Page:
The question of wind resistance caused by the RazerLift (without any cargo) comes up every now and then. The RazerLift is likely to be kept on the vehicle even when it is not in use so how much of an impact on the fuel consumption can users expect as a result of keeping the RazerLift installed? Without having an actual prototype to work with the next best thing is to utilize Computational Fluid Dynamics (CFD).
The video below shows the CFD simulation in progress.
A friend of mine has a PhD in Computational Fluid Dynamics so it was really exciting when he agreed to estimate the airflow characteristics of the RazerLift. Oh sure, some people might hang out with actors, rock stars and other celebrities but when’s the last time you rubbed shoulders with somebody who is a stone’s throw away from being a rocket scientist? Jealous, anybody?
The impact of the RazerLift (or any external accessory) on fuel consumption will be minimal in the city because a vehicle doesn’t travel fast enough for wind resistance to be a significant contributing factor. On the highway, however, wind resistance becomes a significant component of total power consumption and therefore worth considering. This analysis of the RazerLift predicted that the total impact on fuel flow should be in the range of about 1 L/100km. But even that number should be taken with a grain of salt. The analysis was conducted on the 3D model as it existed at the time of analysis and we have a number of significant improvements in mind that will impact the wind resistance.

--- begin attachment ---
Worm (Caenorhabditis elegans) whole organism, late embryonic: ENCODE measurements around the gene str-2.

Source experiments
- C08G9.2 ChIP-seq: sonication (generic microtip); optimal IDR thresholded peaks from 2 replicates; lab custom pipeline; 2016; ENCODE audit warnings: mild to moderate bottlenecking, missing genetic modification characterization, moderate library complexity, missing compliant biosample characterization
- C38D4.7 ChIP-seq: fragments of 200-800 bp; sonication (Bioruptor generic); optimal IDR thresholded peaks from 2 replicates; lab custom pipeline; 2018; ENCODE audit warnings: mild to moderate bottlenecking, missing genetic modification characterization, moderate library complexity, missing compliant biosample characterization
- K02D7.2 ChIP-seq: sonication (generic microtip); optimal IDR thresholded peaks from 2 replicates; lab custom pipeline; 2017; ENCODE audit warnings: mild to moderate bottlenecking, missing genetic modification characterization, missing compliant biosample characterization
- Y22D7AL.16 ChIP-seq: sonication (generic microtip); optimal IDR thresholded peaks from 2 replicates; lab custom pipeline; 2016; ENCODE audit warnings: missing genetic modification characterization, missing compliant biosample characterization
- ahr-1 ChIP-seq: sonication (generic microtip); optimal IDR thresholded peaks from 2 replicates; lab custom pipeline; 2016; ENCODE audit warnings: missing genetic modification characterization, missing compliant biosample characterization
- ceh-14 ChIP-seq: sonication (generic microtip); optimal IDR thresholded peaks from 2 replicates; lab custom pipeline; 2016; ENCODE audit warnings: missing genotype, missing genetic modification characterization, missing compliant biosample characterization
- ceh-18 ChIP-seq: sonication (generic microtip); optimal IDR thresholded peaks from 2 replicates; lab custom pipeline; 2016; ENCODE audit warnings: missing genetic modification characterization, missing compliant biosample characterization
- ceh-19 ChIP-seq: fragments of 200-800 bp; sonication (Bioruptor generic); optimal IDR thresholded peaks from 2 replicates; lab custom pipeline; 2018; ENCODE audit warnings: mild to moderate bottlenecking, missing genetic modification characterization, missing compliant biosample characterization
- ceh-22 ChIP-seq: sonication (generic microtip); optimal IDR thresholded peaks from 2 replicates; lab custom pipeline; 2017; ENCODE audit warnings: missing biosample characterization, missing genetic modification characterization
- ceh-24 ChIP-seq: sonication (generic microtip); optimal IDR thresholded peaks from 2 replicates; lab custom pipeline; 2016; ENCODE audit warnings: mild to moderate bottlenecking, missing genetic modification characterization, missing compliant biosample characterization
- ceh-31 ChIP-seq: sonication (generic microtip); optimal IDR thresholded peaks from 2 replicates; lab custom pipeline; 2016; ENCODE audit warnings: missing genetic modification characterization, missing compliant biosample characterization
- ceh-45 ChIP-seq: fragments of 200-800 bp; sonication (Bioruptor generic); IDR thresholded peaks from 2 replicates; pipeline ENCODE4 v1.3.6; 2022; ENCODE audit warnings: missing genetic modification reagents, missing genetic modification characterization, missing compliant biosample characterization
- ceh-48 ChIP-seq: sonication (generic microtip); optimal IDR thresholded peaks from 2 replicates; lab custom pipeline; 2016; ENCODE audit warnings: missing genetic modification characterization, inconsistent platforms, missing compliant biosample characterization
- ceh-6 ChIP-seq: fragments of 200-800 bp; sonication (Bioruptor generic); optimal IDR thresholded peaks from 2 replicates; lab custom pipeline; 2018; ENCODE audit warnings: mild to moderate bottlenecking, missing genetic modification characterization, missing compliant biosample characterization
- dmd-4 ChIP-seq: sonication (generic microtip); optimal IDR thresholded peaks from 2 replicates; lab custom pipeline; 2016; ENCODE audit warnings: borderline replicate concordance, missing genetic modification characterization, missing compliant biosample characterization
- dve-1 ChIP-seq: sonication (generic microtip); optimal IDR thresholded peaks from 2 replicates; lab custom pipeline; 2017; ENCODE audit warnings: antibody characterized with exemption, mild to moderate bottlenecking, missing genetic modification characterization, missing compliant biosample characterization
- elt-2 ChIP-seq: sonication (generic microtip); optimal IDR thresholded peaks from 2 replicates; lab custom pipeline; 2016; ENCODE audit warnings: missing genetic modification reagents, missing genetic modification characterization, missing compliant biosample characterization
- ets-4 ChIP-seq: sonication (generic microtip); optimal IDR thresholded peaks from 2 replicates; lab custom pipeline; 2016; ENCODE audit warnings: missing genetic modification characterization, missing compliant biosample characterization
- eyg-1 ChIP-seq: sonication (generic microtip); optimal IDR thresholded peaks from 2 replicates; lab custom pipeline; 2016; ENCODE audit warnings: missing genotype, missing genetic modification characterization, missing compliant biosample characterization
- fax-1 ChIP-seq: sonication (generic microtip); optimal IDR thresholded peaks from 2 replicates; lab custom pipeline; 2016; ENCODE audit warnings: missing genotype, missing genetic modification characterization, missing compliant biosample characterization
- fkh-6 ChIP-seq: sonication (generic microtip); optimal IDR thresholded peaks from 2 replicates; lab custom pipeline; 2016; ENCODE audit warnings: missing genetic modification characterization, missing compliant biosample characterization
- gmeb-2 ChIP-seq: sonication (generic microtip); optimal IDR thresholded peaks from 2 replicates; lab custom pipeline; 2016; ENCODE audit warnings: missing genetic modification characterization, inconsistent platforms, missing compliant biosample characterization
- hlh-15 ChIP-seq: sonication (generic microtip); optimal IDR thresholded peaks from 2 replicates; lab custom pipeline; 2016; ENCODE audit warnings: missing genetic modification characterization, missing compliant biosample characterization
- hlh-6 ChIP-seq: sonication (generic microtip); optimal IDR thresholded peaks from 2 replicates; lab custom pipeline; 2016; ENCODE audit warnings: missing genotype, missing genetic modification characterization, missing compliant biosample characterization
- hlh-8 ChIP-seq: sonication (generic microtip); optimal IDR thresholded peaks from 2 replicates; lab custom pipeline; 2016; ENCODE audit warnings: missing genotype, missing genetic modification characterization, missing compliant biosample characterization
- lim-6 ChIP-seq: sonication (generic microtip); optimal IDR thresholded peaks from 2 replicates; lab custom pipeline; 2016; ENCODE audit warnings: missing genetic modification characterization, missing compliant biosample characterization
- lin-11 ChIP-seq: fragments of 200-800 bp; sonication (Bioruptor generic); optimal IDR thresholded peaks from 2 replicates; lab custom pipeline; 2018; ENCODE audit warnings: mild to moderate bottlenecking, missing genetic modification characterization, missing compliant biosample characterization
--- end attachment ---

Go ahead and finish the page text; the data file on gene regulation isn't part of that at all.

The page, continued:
And the beauty of airflow induced drag is that if you don’t like the impact on your fuel economy, slow down a bit. In fact, you really don’t have to slow down very much at all. The power consumed by drag is proportional to velocity cubed, so a 5% drop in speed reduces drag-induced power consumption by about 15% (i.e. 0.95 ^ 3). When you consider the total drag of the entire vehicle, merely changing your speed by about 5-10 kph (depending on how lead-footed you are!) should be enough to eliminate the additional drag caused by the RazerLift. That’s a pretty effective way of improving your highway mileage with or without accessories. Consider that a little public service announcement.
And one of the accessories we intend to develop for the RazerLift is a wind deflector, so this whole discussion may end up being somewhat theoretical anyway if people install those on their vehicle.
I have to say that I just love how much engineering is being applied to the RazerLift. Prior to this CFD analysis Tangent did some FEA simulations of vehicle accidents. Results looked really good. By the time we get to testing the prototype we will have done some very substantial engineering analysis of the design so hopefully the hiccups that do surface during testing (because we know they will happen) will be minimal.
And the aforementioned field testing will likely begin before the end of the month.